“It’s going to be an amazing feeling watching her leave for the sea at her official launch knowing our software is on board. It’s what we’ve strived for over the last 10 years.”

The roadmap for Applied Integration over the next 18 months features more automation and a further KTP with the university, whilst combining with Applied Scientific Technologies to clinch more major deals for their pioneering robotic technology.

“If we’re successful in our plans then the two companies combined could be three or four times what they are now,” he says.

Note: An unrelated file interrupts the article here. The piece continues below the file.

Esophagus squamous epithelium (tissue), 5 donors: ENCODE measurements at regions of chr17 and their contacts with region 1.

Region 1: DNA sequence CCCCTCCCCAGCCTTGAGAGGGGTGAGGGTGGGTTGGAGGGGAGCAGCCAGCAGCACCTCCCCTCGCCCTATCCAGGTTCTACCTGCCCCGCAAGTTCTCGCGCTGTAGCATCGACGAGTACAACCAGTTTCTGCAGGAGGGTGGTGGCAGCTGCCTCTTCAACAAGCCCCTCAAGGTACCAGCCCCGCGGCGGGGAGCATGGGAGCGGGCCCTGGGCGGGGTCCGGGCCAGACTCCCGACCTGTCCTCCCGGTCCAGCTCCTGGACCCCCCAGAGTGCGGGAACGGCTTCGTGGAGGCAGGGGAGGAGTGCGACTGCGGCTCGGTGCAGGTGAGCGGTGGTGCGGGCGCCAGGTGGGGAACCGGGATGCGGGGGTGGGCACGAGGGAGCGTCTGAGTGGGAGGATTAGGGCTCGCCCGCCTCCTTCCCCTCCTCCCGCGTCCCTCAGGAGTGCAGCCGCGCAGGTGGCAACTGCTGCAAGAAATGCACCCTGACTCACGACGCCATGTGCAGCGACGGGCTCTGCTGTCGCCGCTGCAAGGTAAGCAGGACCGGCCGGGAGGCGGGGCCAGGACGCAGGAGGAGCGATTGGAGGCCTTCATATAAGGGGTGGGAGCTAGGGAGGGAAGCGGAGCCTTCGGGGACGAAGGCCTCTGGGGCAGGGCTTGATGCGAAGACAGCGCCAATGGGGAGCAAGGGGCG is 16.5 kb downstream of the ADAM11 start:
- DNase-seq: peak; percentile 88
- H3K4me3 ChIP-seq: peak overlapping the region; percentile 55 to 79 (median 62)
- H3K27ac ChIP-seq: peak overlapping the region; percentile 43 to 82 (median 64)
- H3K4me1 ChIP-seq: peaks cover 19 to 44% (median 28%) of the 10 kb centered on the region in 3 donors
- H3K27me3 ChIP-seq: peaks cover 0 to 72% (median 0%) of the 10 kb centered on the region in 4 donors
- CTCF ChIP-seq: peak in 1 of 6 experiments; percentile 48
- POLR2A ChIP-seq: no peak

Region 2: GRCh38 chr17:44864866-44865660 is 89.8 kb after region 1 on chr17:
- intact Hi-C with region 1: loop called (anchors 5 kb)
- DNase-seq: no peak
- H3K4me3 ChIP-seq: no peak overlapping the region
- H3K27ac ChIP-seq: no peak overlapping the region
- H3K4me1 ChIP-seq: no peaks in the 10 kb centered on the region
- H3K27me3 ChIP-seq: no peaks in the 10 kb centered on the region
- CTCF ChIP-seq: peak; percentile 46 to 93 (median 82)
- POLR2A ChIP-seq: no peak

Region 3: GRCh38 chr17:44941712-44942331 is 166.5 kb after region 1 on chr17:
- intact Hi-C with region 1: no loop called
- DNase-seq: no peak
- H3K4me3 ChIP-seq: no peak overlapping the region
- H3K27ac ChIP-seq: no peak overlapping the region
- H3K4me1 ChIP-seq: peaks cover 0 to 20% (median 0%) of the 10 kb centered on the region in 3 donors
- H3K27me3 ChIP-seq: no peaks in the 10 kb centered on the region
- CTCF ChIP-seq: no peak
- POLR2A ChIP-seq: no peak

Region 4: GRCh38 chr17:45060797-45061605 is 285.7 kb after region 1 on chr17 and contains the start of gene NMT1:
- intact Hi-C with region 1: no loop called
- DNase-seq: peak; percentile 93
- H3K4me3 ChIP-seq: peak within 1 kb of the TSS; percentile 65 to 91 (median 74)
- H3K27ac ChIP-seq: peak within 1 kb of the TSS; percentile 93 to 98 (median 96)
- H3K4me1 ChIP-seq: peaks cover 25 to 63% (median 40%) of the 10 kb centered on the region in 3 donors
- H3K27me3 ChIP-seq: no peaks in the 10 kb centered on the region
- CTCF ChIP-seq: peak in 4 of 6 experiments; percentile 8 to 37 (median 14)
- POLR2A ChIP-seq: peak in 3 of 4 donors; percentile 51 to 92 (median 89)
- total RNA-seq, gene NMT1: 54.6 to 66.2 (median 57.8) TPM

“We’re looking at a turnover of between £10m and £15m within the next five years.”

With a wife and three children at home, Garry admits that achieving a successful work-life balance is an ongoing challenge.

“There are so many exciting things happening so the battle is to cram it all into each day,” he reflects. “I worked a lot of nights and weekends for nine years after we launched Applied Integration. I’d only just started to be able to spend more time with the family when we set up the new company, so I do take work home with me, but I don’t expect it to be so long-term this time around.

“Like the majority of business owners, I’m enthusiastic about what we do and I’m determined to make us the best we can possibly be – a business right at the top of its game.”

A game, it seems, in which robots will play an increasingly crucial role.